The most successful managers and executives are those who know how and when to delegate. This can mean passing work on to either your junior, or even your senior colleagues, depending on who is most appropriate for the task. Delegation is not always easy. Some people feel they are shifting responsibility if they pass work on to someone else, or that the task, once delegated, won't be carried out to an appropriately high standard - or even that someone else will receive the 'credit' for a particular task. There is also the fear that if you delegate in order to save time, you may spend more time explaining how to carry out the task than it would have taken you to complete it yourself. However, once you have started to entrust someone with delegated work you will probably find that they become increasingly competent at the tasks, and in understanding your instructions and working methods, thus making the whole delegation process - and the working environment as a whole - much more effective.

Dealing with the Unexpected

Possibly some of the most disruptive influences to your daily work schedule are those unexpected telephone calls, emails or visitors which no To Do List can fend off. This is why it is important to make sure that you do set aside a certain amount of time in the day for these sorts of interruptions. Although they are unavoidable, there are ways of decreasing their impact on your day. Firstly, if you have a PA or Secretary, make sure they know who you will accept interruptions from. If you are particularly busy, it also can be an effective strategy to ask your secretary to hold all calls and take detailed messages, so that you can then allocate a block of time to returning calls, fully armed with the facts you need. If someone does come to your office at an inconvenient time, a useful trick is to stand up immediately and stay standing – this tends to put people off from sitting down and generally makes the visit reach a conclusion much sooner. Make arrangements for another meeting with them at a time and location that suits you better. If you receive telephone calls which you do not have time to deal with right away, explain you are very busy at present, but would like to discuss the matter in hand and arrange a more suitable time to speak to them. In this way the caller will not feel you are cold-shouldering them, simply that you would like to speak to them when you can give them your full attention and, once again, fully armed with any facts you may need to make full use of the discussion.


Remember the old adage 'procrastination is the thief of time'? If you avoid making critical decisions or completing complex tasks you can end up wasting a significant amount of your valuable time. Many people put off certain tasks because they do not feel in the right frame of mind to tackle them or because they are waiting for a more suitable time. However this can mean that these particular tasks are never completed - the 'right time' or 'right' frame of mind, invariably never coming around. Your To Do List is a key method of avoiding procrastination, as long as you have prioritised your list correctly. Another effective way of dealing with procrastination is to take some action regarding the task as soon as you think about it - at the very least entering it in its correct position of priority on your To Do List. It can also help to put the work in front of you so that you then have to make a conscious decision as to whether to put it back into the in-tray for another time or actually deal with it then and there.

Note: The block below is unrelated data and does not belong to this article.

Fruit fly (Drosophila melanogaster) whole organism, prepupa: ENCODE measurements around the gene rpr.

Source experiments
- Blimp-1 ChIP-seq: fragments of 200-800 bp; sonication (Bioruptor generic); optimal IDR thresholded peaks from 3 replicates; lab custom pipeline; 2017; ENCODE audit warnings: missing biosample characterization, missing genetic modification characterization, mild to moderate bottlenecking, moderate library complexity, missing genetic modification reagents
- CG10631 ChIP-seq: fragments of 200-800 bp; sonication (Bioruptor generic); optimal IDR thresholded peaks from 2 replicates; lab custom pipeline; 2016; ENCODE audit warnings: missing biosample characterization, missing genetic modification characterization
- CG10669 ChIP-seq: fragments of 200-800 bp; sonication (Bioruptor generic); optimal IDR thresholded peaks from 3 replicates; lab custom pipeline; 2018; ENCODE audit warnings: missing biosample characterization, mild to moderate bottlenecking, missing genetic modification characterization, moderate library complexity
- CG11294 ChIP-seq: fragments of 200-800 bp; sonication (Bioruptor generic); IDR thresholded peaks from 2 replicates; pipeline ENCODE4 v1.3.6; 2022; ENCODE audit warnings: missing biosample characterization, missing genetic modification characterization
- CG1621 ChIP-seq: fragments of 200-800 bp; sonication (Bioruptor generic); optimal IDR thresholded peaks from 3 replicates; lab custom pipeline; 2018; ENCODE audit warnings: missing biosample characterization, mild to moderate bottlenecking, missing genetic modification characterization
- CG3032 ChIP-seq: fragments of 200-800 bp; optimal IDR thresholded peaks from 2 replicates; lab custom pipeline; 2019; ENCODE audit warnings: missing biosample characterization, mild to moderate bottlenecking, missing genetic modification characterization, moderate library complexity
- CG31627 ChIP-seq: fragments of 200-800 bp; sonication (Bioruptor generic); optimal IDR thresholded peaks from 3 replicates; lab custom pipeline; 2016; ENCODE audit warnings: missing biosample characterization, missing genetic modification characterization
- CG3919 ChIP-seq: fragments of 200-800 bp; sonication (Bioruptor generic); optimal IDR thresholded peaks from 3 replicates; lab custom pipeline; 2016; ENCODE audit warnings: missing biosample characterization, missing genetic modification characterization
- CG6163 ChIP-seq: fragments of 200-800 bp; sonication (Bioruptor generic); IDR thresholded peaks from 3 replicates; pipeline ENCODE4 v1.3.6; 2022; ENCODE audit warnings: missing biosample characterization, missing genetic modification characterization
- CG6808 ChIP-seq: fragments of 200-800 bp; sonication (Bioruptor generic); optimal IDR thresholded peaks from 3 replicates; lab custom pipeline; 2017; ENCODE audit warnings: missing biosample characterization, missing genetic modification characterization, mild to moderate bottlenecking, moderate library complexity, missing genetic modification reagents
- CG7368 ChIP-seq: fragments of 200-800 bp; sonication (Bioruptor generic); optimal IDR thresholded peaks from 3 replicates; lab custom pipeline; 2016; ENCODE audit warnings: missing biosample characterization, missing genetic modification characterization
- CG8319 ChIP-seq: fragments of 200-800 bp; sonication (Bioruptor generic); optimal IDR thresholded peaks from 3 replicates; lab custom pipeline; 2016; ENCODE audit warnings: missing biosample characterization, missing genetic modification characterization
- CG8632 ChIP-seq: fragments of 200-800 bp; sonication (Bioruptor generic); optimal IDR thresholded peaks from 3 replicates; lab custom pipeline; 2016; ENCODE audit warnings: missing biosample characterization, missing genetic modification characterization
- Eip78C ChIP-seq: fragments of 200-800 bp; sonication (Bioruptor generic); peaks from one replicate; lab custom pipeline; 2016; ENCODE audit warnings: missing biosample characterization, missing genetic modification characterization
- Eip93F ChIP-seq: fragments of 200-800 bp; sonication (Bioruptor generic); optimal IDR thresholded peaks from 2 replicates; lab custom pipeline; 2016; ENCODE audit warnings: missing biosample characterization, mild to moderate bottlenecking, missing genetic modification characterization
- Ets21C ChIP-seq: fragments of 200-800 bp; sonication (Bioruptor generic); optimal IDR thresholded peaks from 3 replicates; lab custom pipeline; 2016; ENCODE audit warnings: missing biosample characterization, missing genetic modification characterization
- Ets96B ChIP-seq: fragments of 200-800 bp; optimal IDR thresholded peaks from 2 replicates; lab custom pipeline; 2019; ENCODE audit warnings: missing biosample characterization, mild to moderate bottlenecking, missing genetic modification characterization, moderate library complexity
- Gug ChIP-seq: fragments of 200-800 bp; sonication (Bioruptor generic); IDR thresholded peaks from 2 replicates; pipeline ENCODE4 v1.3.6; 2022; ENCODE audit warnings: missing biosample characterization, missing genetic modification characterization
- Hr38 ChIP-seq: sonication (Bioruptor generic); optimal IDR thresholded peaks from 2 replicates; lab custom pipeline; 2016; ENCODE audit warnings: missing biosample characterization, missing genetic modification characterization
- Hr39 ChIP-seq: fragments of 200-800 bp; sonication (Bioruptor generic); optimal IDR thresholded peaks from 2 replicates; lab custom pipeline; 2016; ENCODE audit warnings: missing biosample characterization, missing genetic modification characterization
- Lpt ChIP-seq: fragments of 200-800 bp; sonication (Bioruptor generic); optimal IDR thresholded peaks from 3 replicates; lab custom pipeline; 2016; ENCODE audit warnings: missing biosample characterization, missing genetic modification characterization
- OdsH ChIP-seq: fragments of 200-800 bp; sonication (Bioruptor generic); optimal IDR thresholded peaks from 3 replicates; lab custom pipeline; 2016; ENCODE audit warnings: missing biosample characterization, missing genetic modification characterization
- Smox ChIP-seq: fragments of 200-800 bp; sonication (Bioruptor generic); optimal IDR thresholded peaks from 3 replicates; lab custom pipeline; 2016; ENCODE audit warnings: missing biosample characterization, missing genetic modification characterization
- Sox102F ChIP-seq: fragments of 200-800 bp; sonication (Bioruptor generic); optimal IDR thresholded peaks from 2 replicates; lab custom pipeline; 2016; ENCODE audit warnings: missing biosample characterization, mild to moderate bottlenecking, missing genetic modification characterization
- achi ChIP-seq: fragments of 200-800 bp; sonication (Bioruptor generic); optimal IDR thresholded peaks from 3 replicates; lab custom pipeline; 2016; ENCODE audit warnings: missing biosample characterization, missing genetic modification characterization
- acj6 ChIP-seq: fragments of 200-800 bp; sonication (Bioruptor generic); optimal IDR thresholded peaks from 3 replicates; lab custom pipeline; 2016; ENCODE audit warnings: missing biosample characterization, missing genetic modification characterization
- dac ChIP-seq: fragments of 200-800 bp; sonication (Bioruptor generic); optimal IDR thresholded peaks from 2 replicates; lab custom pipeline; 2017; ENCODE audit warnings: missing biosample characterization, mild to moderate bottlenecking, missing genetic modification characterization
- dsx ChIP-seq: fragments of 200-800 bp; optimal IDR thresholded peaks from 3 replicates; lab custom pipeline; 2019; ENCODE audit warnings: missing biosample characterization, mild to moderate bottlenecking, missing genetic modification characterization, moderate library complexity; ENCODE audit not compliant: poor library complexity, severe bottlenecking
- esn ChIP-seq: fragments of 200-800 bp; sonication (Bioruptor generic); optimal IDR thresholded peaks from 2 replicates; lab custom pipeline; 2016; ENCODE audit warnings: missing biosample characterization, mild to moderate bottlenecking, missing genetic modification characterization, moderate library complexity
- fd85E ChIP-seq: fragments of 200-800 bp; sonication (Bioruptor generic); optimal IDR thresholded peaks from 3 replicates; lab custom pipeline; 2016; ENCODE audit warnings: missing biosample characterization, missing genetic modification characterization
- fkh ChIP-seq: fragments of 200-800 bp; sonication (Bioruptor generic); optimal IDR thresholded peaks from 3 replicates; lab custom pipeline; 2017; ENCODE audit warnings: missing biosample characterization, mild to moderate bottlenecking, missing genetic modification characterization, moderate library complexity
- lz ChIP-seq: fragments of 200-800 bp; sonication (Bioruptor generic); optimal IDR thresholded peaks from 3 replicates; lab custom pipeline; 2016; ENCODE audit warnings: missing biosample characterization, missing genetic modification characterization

General Tips and Advice

There are other simple ways of managing your time more effectively and these include allowing time for relaxation, even if it is only some quiet time with the telephone off the hook and the door to your office locked. Most people respond better to a heavy workload if they have had some time to themselves. Keep your desk as clear as possible by reducing any clutter and simply throwing away pieces of paper that you know you will never look at again. It is very hard to be a successful time manager if you are constantly sifting through mounds of paperwork on your desk. The same can apply to your email inbox – try to keep this as uncluttered as possible by allowing time on your To Do List to read through your emails, delete those which are not essential and file those you need to keep. To achieve successful time management you will need to spend some time putting into place the systems and procedures that you intend to use. However, once you have done this, you should find that you are much more productive than before and that you waste far less time on trivial tasks.